Ringrose appears to be worried about Webb making the switch pass to Liam Williams here, but he’s within touching distance of the scrum-half and might feel he could have got a bigger contact onto him.
Leigh Halfpenny collects the sensational pass from Webb, carries the ball for six steps and makes an excellent decision to hit George North – giving him time and space to finish.
It’s obviously an outstanding finish from North for Wales, but again Ireland will feel they could have done more to prevent the try, even at this late stage.
While North moving at speed and bearing down on the tryline, Ireland still have some space to work with in halting him.
Simon Zebo has been engaged briefly by Halfpenny, so Earls – sweeping across all the way from the right – is now the last defender for Ireland.
If he’s going to have any chance of halting or significantly slowing North, Earls simply has to get a strong shoulder onto the Welsh wing. There is the initial benefit of the touchline for Earls, and he appears to expect to have to make the tackle on his outside.
That means that Earls continues running at the sprinting pace that has brought him across in the first place, and North uses that against him by stepping strongly off his right foot and inside Earls.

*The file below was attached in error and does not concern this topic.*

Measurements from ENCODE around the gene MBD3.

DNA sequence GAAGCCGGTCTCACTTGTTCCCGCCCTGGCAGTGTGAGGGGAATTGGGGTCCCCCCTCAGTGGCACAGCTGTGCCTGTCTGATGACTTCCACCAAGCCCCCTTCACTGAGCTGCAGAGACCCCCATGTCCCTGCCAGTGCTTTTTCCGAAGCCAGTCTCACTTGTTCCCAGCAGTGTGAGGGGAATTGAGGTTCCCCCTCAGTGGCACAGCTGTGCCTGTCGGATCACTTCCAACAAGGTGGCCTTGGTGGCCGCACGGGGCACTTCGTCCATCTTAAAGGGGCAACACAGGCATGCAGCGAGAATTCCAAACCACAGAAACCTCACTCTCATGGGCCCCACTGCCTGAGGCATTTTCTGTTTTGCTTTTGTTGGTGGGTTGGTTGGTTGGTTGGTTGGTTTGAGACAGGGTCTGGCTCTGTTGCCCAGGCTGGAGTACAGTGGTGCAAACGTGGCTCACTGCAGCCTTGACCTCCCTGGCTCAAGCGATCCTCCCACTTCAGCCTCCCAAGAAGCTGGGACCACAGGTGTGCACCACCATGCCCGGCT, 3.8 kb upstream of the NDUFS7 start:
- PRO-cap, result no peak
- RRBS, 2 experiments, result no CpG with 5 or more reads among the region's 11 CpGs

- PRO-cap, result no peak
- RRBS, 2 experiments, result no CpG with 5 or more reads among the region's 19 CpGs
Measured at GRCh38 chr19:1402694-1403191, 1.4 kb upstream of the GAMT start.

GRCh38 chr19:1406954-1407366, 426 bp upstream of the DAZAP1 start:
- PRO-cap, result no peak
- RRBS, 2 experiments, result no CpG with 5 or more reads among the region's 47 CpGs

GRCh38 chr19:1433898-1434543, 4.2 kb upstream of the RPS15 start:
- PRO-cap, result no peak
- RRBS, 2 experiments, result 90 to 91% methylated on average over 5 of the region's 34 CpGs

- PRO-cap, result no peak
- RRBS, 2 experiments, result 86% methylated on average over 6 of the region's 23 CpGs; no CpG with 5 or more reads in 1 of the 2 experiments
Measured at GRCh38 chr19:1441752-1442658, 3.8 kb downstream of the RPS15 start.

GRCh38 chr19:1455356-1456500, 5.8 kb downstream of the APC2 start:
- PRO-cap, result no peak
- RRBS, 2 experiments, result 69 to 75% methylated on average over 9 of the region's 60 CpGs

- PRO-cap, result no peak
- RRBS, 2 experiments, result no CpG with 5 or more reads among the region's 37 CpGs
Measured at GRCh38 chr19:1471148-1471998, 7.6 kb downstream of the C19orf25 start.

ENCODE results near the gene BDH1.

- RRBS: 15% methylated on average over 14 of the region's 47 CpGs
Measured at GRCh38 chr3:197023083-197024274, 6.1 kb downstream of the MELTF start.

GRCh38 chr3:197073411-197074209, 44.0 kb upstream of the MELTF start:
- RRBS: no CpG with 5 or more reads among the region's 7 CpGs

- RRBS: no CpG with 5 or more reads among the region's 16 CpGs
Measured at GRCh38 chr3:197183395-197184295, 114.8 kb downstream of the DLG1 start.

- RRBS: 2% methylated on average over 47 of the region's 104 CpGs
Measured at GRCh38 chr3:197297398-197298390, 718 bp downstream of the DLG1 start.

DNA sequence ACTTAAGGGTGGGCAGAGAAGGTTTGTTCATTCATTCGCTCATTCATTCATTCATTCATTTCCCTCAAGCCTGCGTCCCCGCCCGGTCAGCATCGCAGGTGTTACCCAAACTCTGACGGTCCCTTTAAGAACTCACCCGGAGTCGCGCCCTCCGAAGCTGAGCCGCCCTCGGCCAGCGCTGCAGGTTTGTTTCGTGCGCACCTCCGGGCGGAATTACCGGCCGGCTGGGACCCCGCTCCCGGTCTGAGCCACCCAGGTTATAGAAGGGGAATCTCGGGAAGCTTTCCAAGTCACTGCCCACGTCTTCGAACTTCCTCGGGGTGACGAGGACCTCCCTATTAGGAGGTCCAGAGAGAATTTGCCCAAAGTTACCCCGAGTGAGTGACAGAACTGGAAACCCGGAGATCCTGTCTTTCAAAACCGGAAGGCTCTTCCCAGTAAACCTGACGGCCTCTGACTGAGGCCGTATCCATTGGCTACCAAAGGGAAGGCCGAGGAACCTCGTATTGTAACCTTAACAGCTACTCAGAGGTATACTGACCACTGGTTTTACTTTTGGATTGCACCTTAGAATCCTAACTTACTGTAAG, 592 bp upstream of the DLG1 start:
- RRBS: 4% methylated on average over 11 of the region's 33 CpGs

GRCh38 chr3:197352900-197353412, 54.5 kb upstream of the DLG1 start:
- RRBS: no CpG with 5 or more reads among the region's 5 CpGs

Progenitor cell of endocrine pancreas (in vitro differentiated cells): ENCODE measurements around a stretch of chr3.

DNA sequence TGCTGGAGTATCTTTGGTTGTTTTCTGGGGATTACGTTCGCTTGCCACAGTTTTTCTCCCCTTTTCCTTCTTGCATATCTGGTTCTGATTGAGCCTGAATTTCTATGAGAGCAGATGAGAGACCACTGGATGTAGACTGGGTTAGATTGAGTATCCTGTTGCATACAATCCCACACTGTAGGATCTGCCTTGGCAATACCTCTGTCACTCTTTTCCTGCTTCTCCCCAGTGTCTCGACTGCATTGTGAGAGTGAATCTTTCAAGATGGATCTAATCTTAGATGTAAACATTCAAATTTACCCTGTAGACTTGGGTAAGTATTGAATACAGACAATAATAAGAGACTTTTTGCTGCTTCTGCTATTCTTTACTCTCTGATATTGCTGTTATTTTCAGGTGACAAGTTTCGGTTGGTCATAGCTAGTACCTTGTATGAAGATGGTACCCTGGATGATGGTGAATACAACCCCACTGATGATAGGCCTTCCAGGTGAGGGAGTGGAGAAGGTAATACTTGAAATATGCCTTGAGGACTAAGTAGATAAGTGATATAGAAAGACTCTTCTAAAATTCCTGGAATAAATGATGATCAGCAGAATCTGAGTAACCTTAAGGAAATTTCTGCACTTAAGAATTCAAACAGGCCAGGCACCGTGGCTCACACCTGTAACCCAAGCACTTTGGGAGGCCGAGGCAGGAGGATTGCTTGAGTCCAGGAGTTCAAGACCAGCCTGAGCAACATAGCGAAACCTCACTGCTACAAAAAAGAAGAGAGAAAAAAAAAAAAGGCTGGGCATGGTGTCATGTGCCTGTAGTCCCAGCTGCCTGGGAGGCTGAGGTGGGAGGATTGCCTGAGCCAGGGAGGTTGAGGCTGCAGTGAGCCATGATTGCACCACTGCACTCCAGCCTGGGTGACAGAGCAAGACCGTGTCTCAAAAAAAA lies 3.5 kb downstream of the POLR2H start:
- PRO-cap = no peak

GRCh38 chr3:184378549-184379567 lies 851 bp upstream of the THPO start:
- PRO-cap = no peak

It means that Earls must re-adjust and turn back inside in a split second and, as we see above, he cannot get a firm shoulder onto North and the imposing Welshman brushes through the arm tackle.
Zebo does manage to get his hands onto North and cling on, but the Welsh wing brushes him off this upper body and by the time Zebo is slipping down to take out his legs, North is already over the tryline.
Clearly, the greatest damage from Ireland’s point of view was done with the initial linebreak from the set-piece, but they will feel they could have done better to halt the clinical Welsh in behind their line.
Schmidt’s assessment of Jackson’s role in this try concession will likely sting for the Ulster out-half, but it’s clear that he was not the only Irish player involved.
While Jackson’s creation of the dog leg in the defence and his misread of the Welsh target were damaging, the try is certainly one that we should be crediting Rob Howley and Wales attack coach Alex King for.
Their simple set-piece attack has been an important feature of their game in this Six Nations and it will be riveting to see what variations they bring next weekend against France in Paris.